Whether you're toeing a 5K start line or prepping for your first half-marathon, race-day food plays a big role in how you'll feel during and after the run. It affects everything from energy levels to cramping and all-around performance.
Here's how to test and choose the best race-day foods for your body.
Signed up for your race? Now start testing: "As soon as training starts you want to start training your body for the food as well as the exercise," says Lauren Thomas, M.S., R.D., C.D.N., and nutritionist at Nutrition Energy.
Giving yourself ample testing time allows you to tweak things as much as you need to before race day. You want to avoid making any drastic changes in the week leading up to the race, so the sooner you get started the better.
Listen to Your Body
Play with different food options, and note how your body feels. Consider what it might be telling you every time you consume something new.
Training and race-day food can affect your body and performance in a number of ways; take specific notice of three things:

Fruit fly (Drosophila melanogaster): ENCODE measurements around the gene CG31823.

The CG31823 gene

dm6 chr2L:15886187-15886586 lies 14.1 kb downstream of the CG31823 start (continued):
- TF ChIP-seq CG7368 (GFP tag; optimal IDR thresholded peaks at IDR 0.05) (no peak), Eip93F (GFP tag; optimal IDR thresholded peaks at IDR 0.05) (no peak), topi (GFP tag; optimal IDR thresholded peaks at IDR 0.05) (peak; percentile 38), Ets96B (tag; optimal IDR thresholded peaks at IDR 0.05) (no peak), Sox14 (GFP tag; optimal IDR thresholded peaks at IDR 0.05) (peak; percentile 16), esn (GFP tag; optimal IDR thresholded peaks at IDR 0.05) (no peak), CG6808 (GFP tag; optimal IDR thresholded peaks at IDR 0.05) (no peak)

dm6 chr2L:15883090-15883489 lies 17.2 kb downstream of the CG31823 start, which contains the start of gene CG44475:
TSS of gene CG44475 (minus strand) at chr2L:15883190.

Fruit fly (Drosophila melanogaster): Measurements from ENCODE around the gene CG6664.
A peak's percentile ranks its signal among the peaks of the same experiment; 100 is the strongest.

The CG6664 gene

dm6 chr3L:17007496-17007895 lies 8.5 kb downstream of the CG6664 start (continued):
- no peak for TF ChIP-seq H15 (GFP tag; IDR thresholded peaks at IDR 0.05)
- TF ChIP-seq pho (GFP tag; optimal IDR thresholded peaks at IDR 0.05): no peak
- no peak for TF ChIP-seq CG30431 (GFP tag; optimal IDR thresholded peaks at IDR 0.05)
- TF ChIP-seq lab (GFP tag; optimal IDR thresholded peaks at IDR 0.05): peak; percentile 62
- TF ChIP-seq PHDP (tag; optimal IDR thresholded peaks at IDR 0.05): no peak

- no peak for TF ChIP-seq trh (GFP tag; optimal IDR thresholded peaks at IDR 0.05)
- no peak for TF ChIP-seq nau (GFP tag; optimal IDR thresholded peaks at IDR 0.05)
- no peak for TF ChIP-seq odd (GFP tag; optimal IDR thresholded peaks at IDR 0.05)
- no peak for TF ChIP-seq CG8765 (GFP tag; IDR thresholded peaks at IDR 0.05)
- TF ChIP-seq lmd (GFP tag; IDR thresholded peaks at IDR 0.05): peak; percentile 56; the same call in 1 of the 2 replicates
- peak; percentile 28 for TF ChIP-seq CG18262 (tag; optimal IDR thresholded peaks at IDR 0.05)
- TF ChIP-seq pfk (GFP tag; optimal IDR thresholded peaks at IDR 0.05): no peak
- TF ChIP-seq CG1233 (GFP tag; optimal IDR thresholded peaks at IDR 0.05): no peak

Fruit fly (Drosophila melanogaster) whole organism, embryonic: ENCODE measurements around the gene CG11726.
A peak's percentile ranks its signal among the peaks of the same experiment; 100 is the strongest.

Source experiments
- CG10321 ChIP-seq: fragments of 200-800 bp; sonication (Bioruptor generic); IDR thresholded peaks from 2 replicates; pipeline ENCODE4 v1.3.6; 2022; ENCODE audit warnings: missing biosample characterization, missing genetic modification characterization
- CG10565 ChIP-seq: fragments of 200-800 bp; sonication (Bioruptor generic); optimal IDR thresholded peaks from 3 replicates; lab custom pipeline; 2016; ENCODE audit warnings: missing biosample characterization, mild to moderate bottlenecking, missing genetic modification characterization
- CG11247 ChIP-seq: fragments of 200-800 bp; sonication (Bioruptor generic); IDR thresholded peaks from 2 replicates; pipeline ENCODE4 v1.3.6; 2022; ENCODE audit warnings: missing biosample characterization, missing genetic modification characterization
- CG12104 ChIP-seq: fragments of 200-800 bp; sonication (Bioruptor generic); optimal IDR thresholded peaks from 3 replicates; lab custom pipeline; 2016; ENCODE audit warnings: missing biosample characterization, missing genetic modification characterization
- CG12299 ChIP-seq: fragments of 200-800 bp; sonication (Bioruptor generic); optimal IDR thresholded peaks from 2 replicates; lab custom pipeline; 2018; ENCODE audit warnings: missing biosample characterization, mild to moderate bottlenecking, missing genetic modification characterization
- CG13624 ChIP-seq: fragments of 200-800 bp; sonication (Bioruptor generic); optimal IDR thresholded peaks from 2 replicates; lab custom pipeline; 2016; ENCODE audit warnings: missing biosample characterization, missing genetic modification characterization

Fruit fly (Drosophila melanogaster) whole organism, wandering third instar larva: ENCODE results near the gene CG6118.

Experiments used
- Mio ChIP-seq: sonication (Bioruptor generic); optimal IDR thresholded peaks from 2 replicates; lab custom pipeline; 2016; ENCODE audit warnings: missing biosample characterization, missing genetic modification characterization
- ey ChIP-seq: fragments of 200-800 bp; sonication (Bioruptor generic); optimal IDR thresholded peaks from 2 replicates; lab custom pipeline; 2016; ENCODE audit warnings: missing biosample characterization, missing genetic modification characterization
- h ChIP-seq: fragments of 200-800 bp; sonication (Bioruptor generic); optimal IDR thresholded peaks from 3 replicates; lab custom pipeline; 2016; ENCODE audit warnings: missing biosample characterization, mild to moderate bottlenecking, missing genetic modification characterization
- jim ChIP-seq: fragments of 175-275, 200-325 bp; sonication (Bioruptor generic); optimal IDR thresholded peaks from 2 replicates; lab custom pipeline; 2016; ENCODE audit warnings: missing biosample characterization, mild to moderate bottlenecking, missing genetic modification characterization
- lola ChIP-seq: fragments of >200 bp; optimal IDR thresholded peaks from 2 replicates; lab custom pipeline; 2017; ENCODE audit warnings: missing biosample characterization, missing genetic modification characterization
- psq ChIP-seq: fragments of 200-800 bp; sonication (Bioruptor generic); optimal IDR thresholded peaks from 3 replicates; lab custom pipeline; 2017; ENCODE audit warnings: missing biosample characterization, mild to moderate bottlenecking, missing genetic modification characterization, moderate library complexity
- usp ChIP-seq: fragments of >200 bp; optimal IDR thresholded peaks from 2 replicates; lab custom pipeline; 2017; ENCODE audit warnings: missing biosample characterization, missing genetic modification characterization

Energy Levels: How do you feel during your run? How about when you're finished? If your energy levels dip. or you start to feel sluggish, take a mental note of what mile it's at. This indicates you probably need to eat more before starting, or plan to re-fuel just before this mile-marker during the race.
Stomach: If your stomach feels queasy or unsettled, or you're having bad cramps, food is the most likely culprit: "Some people can't tolerate having some sort of fat beforehand [and] some people can't handle sugary things," says Thomas. If your pre-race meal is high in either of these, that's probably the reason for your stomach issues.
Recovery: If you feel sore after every run, your pre-run nutrition may be off. Improper nutrition can impede muscle recovery, which leads to sore muscles, says Thomas. For example, high-quality fats—olive oil—help to reduce muscle inflammation and boost your energy levels, whereas low quality sources of fat—frozen pizza—can leave you feeling achy and sore.